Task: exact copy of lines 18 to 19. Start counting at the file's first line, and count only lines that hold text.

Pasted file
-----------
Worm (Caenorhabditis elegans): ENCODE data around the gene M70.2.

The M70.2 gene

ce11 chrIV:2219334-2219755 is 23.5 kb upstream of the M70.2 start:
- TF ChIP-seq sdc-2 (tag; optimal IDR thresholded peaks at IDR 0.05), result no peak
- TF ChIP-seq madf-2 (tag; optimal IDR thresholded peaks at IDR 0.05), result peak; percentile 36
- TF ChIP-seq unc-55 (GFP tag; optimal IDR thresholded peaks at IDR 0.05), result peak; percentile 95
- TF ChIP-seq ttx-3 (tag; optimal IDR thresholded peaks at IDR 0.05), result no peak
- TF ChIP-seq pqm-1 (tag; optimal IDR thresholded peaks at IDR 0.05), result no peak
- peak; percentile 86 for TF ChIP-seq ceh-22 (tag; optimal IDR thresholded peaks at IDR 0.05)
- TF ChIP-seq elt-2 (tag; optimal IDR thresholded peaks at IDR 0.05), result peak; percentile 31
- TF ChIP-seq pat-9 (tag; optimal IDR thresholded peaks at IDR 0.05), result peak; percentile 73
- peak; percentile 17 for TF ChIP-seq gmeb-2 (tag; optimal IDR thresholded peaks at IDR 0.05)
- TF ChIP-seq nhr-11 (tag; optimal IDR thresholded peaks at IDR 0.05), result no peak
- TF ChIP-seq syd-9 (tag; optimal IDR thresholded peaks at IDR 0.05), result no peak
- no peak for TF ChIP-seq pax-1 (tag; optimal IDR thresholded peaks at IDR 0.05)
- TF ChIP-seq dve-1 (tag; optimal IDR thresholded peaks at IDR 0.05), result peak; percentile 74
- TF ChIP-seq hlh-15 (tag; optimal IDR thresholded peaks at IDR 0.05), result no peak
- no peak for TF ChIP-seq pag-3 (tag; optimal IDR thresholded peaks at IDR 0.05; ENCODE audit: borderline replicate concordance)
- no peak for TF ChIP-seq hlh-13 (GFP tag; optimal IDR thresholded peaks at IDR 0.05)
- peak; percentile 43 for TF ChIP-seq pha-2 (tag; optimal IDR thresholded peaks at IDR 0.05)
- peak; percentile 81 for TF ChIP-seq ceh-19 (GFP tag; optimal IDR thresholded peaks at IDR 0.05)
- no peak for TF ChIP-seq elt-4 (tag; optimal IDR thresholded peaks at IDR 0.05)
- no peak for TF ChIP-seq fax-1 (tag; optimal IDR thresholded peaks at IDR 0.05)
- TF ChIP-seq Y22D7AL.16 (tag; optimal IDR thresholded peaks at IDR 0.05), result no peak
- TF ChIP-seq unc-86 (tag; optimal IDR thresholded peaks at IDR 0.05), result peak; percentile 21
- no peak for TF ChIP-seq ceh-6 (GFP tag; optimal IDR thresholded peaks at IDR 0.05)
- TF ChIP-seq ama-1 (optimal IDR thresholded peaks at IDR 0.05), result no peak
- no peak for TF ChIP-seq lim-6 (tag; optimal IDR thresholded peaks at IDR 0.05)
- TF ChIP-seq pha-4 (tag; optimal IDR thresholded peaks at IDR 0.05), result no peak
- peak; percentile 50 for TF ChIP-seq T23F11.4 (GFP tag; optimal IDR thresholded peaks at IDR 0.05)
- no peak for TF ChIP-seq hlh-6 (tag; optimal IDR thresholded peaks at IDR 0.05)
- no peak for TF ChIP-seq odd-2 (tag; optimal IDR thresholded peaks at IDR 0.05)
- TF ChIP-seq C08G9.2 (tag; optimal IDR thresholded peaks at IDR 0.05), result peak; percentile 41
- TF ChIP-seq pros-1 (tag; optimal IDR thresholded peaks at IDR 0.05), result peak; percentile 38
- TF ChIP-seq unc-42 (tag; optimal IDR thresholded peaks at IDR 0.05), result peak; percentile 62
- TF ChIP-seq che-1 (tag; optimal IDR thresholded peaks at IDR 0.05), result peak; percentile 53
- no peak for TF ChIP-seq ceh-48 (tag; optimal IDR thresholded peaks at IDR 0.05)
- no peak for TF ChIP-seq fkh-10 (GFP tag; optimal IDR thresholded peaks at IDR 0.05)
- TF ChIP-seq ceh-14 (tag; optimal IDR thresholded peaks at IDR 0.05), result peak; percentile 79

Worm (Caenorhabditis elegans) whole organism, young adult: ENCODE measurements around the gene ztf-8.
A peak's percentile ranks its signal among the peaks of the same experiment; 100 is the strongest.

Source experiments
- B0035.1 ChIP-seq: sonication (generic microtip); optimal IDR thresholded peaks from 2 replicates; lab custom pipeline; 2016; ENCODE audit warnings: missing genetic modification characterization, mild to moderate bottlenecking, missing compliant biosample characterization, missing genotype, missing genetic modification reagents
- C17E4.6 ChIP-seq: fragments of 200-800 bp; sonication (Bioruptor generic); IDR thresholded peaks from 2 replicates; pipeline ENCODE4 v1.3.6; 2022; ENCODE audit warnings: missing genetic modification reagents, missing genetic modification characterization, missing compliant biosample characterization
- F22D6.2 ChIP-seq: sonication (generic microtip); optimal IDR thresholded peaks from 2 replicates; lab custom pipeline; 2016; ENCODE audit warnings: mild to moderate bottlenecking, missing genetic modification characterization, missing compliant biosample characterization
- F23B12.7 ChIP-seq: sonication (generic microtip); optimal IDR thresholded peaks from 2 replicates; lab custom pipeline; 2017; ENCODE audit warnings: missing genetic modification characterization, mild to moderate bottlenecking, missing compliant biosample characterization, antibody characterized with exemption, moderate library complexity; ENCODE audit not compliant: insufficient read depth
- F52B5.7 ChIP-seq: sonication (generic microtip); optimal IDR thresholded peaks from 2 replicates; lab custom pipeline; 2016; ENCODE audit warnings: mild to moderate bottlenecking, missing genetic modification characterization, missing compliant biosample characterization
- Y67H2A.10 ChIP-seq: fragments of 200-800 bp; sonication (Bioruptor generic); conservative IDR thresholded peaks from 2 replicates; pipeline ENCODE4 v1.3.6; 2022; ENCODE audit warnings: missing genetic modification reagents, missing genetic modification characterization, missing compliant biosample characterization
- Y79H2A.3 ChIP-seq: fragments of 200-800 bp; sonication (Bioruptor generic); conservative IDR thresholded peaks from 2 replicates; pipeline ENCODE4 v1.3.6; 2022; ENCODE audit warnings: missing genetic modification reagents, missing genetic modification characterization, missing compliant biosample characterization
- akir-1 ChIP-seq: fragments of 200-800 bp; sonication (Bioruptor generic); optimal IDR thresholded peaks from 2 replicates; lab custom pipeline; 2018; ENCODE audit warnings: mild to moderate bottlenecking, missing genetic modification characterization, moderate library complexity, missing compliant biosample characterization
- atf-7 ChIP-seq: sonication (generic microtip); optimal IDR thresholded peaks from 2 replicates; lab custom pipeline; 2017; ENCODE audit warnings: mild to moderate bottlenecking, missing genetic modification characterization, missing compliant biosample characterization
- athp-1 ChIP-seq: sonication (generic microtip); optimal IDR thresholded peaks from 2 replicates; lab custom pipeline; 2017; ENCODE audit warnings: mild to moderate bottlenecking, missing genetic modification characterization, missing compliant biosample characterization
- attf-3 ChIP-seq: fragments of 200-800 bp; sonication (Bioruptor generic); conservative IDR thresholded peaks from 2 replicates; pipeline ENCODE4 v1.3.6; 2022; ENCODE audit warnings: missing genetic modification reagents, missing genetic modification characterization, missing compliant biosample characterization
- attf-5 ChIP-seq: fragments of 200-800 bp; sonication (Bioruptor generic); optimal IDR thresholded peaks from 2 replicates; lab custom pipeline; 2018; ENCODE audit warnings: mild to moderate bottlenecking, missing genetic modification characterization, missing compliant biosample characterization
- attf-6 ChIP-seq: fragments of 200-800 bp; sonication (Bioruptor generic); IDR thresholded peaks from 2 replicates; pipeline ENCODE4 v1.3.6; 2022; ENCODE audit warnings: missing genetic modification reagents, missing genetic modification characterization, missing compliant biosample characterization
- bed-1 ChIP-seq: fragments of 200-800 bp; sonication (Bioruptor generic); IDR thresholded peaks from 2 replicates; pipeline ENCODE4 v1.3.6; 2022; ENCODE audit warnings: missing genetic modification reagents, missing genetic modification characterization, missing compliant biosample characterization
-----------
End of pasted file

- no peak for TF ChIP-seq pag-3 (tag; optimal IDR thresholded peaks at IDR 0.05; ENCODE audit: borderline replicate concordance)
- no peak for TF ChIP-seq hlh-13 (GFP tag; optimal IDR thresholded peaks at IDR 0.05)